All I Ever Wanted
Originally uploaded by NollywoodForever
All I Ever Wanted ~ 2009
Story – Ral Nwanko, Amaka Chukwogo
Screenplay – Chinelo Ndigwe (credited Uzoigwe)
Director – Daniel Ademinokan
Desmond Elliot – Eddy
Mercy Johnson – Bimye
Uche Ndigwe – Chike
Chinelo Ndigwe – Lara (credited Uzoigwe)
Comfort Bruno – Grace
Sandra Uchemba – Didi
Nkemika Ejikeme – Ral
Chidera Anih – Kachi
Buchi Ndigwe – Amaka
Jenifer Okoli – Adaugo
Chigozi Okoli – Mustapha
Uzoaku Nkwocha – Sister Rose
My Rating: 52%
Desmond is the father of three daughters, Kachi (8), Ral (11) and Didi (14). He is raising them singlehandedly since his wife died. He is devoted to them but is so dedicated to his parenting that he leaves no time for dating. His daughters see this and are determined to find a wife for him.
One daughter asks Eddy,
“Daddy when are you getting us a new mummy?” It is as if it is a pet rabbit or dog she is talking about.
“Daddy I need a new mummy, “ another says. What kid says that? Your mama dies and you are begging for a new one like it was simply a shoe that got scuffed. I didn’t find the children’s dialogues convincing.
In the earlier scenes the girls are talking about how much they appreciate their father and want to make him happy and then a few scenes later we see them begging for a mother to replace their own. I thought that the story was angled wrongly. It would have made more sense to me if they had focused on the girls wanting to find their father a wife to make him happy, as opposed to make them happy.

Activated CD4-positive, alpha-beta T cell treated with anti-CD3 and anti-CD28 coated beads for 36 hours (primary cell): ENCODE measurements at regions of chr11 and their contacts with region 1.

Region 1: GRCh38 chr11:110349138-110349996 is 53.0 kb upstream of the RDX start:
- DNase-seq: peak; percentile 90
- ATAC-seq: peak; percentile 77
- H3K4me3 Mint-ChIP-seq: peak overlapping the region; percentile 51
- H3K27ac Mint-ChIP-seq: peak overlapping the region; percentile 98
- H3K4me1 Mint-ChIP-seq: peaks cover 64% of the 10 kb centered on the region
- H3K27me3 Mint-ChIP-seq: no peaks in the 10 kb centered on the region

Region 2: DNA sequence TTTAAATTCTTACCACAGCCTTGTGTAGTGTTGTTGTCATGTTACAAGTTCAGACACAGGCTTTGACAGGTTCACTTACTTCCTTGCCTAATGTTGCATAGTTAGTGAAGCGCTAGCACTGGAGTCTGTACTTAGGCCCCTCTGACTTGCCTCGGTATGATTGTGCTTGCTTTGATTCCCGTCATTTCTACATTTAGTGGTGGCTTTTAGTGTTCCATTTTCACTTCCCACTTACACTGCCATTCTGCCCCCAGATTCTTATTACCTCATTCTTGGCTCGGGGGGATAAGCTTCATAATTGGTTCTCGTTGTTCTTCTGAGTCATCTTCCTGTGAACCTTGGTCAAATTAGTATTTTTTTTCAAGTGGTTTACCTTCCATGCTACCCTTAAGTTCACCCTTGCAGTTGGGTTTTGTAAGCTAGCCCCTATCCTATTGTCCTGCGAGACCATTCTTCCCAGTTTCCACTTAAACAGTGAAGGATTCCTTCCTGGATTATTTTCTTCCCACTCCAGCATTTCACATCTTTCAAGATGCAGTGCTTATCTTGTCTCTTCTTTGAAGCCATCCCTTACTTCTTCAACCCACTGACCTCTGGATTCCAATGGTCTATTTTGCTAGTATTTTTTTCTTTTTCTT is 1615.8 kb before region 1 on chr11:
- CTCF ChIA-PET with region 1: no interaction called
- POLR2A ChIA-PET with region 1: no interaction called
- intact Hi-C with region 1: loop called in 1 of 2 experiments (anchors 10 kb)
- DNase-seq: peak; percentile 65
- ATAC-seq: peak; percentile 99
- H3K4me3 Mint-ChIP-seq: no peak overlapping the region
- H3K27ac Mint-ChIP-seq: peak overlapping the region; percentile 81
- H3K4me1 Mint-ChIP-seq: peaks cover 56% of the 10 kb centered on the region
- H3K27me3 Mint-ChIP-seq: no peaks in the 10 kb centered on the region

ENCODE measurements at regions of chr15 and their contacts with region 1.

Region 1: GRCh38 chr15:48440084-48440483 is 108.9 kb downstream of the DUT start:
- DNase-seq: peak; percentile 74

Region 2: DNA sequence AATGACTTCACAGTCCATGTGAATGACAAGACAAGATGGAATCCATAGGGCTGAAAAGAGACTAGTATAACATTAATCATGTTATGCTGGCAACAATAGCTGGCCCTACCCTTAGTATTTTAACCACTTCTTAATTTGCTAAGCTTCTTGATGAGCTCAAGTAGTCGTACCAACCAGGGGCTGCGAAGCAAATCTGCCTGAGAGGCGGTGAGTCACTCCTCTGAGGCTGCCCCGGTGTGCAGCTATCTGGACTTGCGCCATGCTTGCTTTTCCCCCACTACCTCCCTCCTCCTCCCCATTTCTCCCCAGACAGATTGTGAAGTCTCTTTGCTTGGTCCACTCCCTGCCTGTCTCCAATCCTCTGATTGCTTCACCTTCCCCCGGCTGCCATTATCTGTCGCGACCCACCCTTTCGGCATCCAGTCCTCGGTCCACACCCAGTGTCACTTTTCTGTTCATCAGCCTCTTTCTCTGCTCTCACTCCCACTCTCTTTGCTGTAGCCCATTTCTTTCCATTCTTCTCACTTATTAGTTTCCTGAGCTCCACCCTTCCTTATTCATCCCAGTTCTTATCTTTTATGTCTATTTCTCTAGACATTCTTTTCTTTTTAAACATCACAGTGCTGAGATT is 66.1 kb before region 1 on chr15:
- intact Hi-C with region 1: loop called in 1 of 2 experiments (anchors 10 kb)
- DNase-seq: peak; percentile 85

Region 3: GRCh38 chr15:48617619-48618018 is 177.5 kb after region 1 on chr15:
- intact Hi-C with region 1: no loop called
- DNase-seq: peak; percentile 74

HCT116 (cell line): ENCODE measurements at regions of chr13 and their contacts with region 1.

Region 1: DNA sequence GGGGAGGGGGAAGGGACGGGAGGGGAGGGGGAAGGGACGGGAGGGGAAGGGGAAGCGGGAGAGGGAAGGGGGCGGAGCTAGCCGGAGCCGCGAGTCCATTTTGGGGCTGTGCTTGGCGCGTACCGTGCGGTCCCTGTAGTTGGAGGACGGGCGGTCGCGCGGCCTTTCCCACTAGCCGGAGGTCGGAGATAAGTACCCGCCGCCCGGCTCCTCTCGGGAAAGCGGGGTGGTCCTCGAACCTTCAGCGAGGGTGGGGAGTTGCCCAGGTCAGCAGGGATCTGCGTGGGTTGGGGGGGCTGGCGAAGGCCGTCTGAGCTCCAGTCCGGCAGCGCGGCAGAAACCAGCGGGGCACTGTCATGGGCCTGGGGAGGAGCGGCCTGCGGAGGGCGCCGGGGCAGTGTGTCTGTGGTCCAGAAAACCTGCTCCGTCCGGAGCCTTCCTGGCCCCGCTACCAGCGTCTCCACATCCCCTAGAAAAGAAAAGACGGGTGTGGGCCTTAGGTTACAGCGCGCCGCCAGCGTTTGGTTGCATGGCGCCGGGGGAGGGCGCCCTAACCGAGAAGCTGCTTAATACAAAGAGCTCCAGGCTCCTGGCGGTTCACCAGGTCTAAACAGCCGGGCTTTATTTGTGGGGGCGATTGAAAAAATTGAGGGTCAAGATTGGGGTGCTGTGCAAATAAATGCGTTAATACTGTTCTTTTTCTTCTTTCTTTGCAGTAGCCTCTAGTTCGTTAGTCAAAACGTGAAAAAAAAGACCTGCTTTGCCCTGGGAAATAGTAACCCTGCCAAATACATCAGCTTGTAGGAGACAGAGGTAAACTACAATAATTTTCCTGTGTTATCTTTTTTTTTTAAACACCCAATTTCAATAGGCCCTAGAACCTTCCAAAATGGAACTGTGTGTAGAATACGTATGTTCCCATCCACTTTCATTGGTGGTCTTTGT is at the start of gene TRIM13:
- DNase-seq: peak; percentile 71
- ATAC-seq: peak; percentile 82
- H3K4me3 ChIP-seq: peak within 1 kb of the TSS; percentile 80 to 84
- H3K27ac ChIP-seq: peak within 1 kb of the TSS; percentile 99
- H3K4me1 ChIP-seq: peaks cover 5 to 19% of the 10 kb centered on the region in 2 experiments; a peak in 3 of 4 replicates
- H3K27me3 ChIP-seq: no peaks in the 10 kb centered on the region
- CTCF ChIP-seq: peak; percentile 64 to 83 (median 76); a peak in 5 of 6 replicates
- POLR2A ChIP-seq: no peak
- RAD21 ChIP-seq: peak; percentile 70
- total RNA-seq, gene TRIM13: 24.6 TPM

We find out more about the girl’s dead mother. We hear that she wasn’t always there for them physically as she was working. Even kids that are abused have love for their parents so are we to believe that because their mother comes home late from work her kids will desecrate her memory in death to be begging for a new mother just like that? I don’t buy it. These are not young young children. They are 8, 11 and 14 and in the clip that we see of them with their mother still alive they did not look too much younger.
The story really pushes the point that these girls want a mummy to the point of excruciating torture. In one scene one of the girl’s has a nightmare and wakes screaming, “mummy! Mummy! Mummy!” You would have thought that screaming for her dead mother, wanting to be comforted, but when father goes to comfort her, does she say, “Oh I miss my mummy!” Nooooooooo She doesn’t. she tells him, “I need a mummy.” Real feelings and emotions do not work like that. It is if she wants any woman that she can attach the title “mummy” to.
On another occasion we see one of the girls telling her classmate that she wants a new mummy so that she can have a new brother like another girl at school. All the repetition and begging from the girls gets very boring. I tell you I was ready to give up half way through part 1. there is however improvement towards the end of part 1 when we get to see the connection between Mercy and Desmond. They should have cut out half of what they were showing beforehand and got to this part of the movie a lot earlier. There was some very real and beautiful chemistry between Desmond and Mercy, reminiscent of what was seen in Before the Light.
Didi is resentful towards Bimye. She is annoyed that this women has come into their lives and is being referred to as mummy immediately. The movie makes this seem unreasonable. Seriously! Why wouldn’t a 14 year old whose father has just started a new relationship feel peeved that this woman is now being referred to as mummy? However at the same time she not long before she was all for finding a “mummy.
This movie didn’t ring true to me. I didn’t feel that the emotions showed to us was a depiction or true emotion. It was however to some degree a feel good film and suitable for family viewing. My main problem was with the script and the fakeness of the dialogue. Apart from that it could have worked. The picture and sound were good and I loved the soundtrack. I would recommend it as one to watch with children, but as for me personally I could have done without watching it. Must give kudos to the dance off at the end of the movie where the cast members dance alongside the credits to a jazz version of Timaya’s True Story.